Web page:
A little about you.
1. We certainly don’t want to dwell in the past, but sometimes it’s helps the drive forward to look in the rear view mirror. If you could go back and change one thing about the way you were raised, what would it be? If it’s nothing, tell us why?
We have no choice in where we’re pooped out on this planet. I grew up in Jefferson City, Missouri, a stale, state capital with many closed minds and no sense of zeal. This, however, gave me great passion and yearning to get out and explore the world. While I wouldn’t change my upbringing— I have the greatest mom in the world— I do appreciate the banality of my hometown.
2. If you could go back and tell your 10 year-old self, or tell an authority figure, one thing, which person would you choose and what would you say?
3. When’s the last time you felt afraid and/or lonely? We’re not trying to be sad here but a little “me too” always feels good.
(“Afraid and/or lonely” could be a band name for the pandemic.) I recently broke up with an amazing boyfriend so that we could both grow independently— but that threw me back into the deep end of singledom. All of my fears and insecurities have suddenly bounced back, and I’m trying to see them through a different lens this time, especially as we emerge from whatever mess we’ve been in for the last two years.
5. When is the last time you felt the most free? Any tips for how we can replicate it?
International travel has always been freeing to me. Settling into my seat for departure, when my wanderlust has been quenched, I take in the promise of an adventure that awaits. My last trip was the first trip I’ve taken since the pandemic started. I had minimal cell reception and wifi access in Costa Rica, and I was happy to just be— in a yoga class, under a waterfall, or watching the sunset from the beach. Put down the phone and hop on a plane.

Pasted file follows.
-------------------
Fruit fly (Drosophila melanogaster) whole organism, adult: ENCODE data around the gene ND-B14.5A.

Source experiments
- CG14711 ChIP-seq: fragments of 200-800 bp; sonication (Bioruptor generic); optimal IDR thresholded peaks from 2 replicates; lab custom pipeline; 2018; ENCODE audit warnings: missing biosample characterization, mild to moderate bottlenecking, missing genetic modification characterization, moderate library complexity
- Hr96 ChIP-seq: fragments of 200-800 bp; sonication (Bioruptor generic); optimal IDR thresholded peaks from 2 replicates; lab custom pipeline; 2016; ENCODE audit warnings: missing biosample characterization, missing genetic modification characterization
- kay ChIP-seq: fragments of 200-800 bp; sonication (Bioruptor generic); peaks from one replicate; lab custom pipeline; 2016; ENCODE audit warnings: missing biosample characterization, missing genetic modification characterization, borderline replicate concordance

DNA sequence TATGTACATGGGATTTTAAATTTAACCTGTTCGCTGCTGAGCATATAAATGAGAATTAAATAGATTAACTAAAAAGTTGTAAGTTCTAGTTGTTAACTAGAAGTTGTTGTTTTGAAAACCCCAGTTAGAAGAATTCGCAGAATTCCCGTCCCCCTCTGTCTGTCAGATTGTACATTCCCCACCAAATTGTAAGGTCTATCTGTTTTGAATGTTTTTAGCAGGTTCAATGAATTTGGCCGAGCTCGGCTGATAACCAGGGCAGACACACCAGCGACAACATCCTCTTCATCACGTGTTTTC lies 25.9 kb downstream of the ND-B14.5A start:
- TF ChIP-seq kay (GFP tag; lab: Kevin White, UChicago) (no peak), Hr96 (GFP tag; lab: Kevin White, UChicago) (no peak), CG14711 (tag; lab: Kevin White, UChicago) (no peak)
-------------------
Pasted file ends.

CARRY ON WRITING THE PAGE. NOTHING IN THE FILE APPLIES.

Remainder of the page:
The science of flight can seem a bit binary. This plus that equals the Rho of the blah blah— it mathematically makes sense. But the divine enters the chat when you chuck the logic and wholly experience the craft that breaches the heavens. As aviators, we’ve all had that moment where the connection between you and the machine is profound. A seamless turn to final followed by a soft chirp of the landing gear as you return to earth: is that not god?
7. If you could guarantee 1 thing for yourself 10 years from now, what would it be? Or maybe it’s nothing because messing with the future is tricky?
8. What gives you hope that tomorrow will be better than today? And thus, gives us all a little hope?